This was followed by "Mr. Second-Class" in late 1967,[8] which received heavy airplay on Radio Caroline (at that time one of the two remaining pirate radio ships off the British coast), and the album "With Their New Face On" in 1968. At that time Ray Fenwick had replaced Phil Sawyer. The group's last minor hit, "After Tea", was released at the same time by the German band The Rattles, providing competition that led finally to a temporary stop to all activities of the band. The song was originally recorded by the Dutch group After Tea, which included guitarist/singer Fenwick amongst its members.

After one further single ("Short Change"), at that time Eddie Hardin and Pete York had left to form the duo Hardin & York. They were replaced by future Elton John Band member Dee Murray on bass and Dave Hynes on drums.[8] Nigel Olsson replaced Hynes, and this lineup produced the album Funky in 1969 (only released in the USA on Date Records, a sub-label of CBS) before splintering.[8]

Solo work and reunions

The group reunited in 1973 with Davis, Fenwick, Hardin and York, and newcomer Charlie McCracken on bass. The group released the albums Gluggo (1973) and Living in a Back Street (1974) before once again disbanding.[8]

Davis continued working, however, producing some jazz-oriented albums in the late 1970s and early 1980s.[8]

The band re-formed in 2006, although only Davis and Hardin remained from the 1960s group line-ups.[12][13] Since then, The Spencer Davis Group has continued to tour the USA and Europe, but with two differing line-ups; only Spencer Davis himself is present in both formations of the band.[12][13] Hardin remained with the UK version of the band until his death in 2015.[14]


The Spencer Davis Group – particularly its incarnation with Steve Winwood – proved to be influential, with many of the band's songs covered by other artists over the years. Notable among these are Chicago's 1969 version of "I'm a Man"; The Allman Brothers Band's 1969 take of Davis and Hardin’s "Don't Want You No More"; Three Dog Night's 1970 recording of "Can't Get Enough of It"; and The Blues Brothers' 1980 recording of "Gimme Some Lovin". The Grateful Dead also covered Spencer Davis Group material in live performance on occasion, and Spencer Davis himself performed "I'm a Man" with the Grateful Dead at a 1989 performance at Los Angeles' Great Western Forum.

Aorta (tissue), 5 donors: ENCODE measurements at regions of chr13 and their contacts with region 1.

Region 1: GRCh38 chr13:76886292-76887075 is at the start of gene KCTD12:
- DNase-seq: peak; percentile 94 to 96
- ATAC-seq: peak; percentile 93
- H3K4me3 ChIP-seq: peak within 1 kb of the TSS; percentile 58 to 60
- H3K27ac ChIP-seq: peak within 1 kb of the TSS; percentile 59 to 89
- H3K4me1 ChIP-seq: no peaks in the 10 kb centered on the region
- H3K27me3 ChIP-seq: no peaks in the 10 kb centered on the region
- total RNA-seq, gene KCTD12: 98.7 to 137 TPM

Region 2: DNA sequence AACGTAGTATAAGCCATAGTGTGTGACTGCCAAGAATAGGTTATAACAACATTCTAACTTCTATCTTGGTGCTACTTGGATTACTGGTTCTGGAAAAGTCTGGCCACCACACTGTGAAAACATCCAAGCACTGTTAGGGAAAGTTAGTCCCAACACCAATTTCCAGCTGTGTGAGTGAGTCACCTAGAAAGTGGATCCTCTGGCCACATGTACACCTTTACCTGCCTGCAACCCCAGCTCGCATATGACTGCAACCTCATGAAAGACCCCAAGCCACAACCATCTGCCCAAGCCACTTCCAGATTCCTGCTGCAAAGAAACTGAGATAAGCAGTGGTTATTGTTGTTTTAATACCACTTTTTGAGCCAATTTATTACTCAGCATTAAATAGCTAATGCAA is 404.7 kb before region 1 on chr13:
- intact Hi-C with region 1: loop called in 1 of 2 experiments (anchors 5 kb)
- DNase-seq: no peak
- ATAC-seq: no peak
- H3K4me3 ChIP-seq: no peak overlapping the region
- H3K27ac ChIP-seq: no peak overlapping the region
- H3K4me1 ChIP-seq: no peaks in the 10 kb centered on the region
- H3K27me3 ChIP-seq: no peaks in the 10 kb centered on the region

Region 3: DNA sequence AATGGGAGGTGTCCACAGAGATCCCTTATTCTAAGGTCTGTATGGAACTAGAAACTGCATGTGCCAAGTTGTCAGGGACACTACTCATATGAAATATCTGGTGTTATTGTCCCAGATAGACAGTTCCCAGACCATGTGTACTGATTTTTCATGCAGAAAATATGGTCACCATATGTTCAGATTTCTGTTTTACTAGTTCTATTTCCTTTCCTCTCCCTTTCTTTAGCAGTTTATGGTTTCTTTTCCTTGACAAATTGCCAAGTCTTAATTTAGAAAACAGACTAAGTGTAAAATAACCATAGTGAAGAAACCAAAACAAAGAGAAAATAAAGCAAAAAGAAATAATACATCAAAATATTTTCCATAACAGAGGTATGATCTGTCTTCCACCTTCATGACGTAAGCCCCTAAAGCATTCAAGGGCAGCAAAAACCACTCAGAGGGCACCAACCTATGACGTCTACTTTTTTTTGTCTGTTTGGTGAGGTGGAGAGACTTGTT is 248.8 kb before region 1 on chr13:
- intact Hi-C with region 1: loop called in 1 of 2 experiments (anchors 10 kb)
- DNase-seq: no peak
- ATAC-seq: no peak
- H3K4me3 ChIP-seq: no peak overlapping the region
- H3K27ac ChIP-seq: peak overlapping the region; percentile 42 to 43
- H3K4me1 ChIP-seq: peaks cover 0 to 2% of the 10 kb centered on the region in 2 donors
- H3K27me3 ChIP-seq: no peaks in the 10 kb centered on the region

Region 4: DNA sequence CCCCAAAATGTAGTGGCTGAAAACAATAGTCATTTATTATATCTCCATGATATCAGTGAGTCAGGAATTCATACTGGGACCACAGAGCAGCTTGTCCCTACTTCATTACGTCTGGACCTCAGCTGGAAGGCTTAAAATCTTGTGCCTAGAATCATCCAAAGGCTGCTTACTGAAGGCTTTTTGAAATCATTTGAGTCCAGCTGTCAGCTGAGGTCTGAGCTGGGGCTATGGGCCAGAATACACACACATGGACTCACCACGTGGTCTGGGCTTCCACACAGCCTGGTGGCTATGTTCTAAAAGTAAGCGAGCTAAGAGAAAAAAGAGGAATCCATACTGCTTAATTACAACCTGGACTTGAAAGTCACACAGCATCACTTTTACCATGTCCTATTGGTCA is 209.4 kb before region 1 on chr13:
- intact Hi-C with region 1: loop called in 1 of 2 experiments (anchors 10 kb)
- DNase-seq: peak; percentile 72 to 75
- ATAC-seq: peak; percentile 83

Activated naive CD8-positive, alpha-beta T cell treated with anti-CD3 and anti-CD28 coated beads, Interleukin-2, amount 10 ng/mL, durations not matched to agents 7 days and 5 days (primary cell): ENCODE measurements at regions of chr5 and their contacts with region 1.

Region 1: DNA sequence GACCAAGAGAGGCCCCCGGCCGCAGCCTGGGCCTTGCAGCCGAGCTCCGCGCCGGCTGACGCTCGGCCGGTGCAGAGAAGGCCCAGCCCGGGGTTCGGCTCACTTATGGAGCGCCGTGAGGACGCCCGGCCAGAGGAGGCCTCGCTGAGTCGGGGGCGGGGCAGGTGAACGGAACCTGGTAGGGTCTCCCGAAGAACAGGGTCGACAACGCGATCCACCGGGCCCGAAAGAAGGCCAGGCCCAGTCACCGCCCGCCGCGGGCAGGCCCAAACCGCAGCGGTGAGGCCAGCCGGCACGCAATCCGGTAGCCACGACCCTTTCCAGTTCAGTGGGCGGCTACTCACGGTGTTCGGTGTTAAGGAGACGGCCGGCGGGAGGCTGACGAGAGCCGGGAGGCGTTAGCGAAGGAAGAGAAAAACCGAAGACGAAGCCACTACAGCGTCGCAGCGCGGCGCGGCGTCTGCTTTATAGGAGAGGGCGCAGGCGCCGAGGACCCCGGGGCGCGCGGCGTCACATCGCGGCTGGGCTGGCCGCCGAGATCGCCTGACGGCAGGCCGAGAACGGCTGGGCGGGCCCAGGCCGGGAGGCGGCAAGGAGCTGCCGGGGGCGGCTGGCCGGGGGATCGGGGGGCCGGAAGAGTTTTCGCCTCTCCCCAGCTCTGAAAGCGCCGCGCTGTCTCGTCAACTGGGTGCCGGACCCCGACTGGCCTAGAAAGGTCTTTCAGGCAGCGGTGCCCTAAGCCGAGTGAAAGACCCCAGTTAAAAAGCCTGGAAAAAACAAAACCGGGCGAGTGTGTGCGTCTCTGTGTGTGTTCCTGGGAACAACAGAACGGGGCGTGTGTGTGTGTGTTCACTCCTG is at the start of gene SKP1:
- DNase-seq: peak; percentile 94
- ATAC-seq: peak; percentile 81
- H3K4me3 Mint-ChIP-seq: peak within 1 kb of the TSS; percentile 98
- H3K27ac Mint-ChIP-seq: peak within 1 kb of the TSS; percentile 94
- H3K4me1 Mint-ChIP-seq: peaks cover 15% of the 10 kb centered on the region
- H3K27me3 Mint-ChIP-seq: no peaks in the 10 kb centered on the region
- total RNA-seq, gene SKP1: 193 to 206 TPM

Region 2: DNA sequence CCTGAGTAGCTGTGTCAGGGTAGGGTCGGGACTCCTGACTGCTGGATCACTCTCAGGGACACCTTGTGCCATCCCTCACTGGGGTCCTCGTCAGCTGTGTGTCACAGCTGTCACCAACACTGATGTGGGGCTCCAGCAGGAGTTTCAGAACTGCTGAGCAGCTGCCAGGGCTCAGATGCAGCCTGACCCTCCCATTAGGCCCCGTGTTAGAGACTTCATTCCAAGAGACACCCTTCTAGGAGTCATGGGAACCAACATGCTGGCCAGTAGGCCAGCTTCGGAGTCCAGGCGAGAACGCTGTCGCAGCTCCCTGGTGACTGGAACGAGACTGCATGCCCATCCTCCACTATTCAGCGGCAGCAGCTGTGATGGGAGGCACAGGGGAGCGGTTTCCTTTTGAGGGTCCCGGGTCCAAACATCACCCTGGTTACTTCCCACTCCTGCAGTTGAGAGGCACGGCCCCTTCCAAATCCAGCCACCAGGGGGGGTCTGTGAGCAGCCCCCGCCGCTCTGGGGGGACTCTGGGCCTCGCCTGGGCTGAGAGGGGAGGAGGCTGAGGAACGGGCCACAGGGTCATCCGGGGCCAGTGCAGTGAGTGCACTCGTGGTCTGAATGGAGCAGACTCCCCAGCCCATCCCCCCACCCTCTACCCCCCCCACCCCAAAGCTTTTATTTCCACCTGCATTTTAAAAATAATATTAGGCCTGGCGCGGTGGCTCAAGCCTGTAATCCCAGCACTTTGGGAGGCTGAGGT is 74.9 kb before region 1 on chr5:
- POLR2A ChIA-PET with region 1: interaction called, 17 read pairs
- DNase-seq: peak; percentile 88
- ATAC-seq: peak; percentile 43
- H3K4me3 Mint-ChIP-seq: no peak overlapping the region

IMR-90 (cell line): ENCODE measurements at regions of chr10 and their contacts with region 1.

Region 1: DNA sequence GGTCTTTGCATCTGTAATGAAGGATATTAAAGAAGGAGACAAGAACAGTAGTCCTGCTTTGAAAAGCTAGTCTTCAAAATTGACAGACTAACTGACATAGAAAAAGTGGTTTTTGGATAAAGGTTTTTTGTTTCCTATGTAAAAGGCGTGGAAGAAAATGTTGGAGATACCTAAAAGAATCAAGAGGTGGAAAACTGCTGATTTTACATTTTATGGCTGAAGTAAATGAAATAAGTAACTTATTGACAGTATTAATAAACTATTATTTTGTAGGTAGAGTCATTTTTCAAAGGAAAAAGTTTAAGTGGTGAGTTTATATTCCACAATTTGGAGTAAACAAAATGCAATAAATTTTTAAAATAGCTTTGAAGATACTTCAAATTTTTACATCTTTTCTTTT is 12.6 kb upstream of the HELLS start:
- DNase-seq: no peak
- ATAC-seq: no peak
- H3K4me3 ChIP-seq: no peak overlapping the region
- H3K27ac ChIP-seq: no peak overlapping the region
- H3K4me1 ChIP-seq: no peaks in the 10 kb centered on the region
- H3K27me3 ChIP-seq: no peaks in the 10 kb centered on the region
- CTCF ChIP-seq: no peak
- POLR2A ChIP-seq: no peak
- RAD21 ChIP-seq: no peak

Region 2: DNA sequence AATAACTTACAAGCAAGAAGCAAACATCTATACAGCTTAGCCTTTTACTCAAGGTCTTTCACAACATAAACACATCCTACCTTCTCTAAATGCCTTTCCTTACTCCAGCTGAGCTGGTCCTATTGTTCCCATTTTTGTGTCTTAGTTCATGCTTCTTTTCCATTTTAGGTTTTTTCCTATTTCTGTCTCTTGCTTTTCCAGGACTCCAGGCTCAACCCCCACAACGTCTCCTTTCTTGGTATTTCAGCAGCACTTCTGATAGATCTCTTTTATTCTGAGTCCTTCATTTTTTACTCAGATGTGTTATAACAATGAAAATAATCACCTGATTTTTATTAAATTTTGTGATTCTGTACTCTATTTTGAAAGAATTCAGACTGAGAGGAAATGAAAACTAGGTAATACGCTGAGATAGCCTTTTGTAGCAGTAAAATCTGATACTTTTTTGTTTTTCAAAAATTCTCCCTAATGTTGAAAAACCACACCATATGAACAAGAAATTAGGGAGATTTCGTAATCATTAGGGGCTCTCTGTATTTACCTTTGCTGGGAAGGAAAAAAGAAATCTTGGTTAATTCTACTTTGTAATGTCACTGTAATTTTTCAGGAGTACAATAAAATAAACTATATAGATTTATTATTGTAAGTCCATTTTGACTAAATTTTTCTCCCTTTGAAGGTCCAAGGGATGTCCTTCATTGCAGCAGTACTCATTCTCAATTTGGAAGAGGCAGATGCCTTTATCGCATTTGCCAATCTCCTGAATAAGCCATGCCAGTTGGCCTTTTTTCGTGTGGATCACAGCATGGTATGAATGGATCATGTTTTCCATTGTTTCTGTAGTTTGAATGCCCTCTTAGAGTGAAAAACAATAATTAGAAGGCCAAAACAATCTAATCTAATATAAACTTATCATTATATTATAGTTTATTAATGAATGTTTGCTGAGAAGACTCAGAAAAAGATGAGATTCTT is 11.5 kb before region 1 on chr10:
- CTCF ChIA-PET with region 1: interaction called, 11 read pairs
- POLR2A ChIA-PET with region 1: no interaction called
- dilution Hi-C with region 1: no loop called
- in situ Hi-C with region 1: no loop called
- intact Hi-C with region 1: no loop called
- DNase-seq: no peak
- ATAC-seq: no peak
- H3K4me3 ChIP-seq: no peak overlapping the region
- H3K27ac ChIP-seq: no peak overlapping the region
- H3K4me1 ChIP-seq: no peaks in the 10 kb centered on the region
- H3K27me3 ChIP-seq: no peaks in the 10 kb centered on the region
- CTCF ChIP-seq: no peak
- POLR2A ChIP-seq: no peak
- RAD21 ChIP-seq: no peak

Band members

Current members Europe: Spencer Davis Miller Anderson Colin Hodgkinson Steff Porzel

America: Spencer Davis Ed Tree Taras Prodaniuk Jim Blazer Tom Fillman

Former members




  1. "allmusic ((( The Spencer Davis Group > Overview )))". Allmusic. Retrieved 29 January 2010.
  2. Roberts, David (2006). British Hit Singles & Albums (19th ed.). London: Guinness World Records Limited. p. 143. ISBN 1-904994-10-5.
  3. "It's 'About Time' for Steve Winwood". BBC. Retrieved 19 August 2007.
  4. "allmusic ((( The Spencer Davis Group > Overview )))". AllMusic. Retrieved 29 January 2010.
  5. "Spencer Davis Group". Retrieved 29 January 2010.
  6. Clayson, Alan (1988). Back in the High Life. Sidgewick and Jackson. ISBN 0-283-99640-4.
  7. Black, Johnny (May 1997). Feature: Steve Winwood Archived 28 September 2011 at the Wayback Machine, Mojo.
  8. Colin Larkin, ed. (1997). The Virgin Encyclopedia of Popular Music (Concise ed.). Virgin Books. p. 348. ISBN 1-85227-745-9.
  9. Murrells, Joseph (1978). The Book of Golden Discs (2nd ed.). London: Barrie and Jenkins Ltd. pp. 203 & 219. ISBN 0-214-20512-6.
  10. "BFI | Film & TV Database | The GHOST GOES GEAR (1966)". 16 April 2009. Retrieved 13 September 2011.
  11. ""Steve Winwood: English Soul", BBC4, broadcast 25 February 2011". Retrieved 13 September 2011.
  12. "The Spencer Davis Group UK". Retrieved 13 September 2011.
  13. "The Spencer Davis Group U.S". Retrieved 13 September 2011.
  14. "Former Spencer Davis Group and Axis Point Member Eddie Hardin Dies at 66". Ultimate Classic Rock. Retrieved 26 October 2017.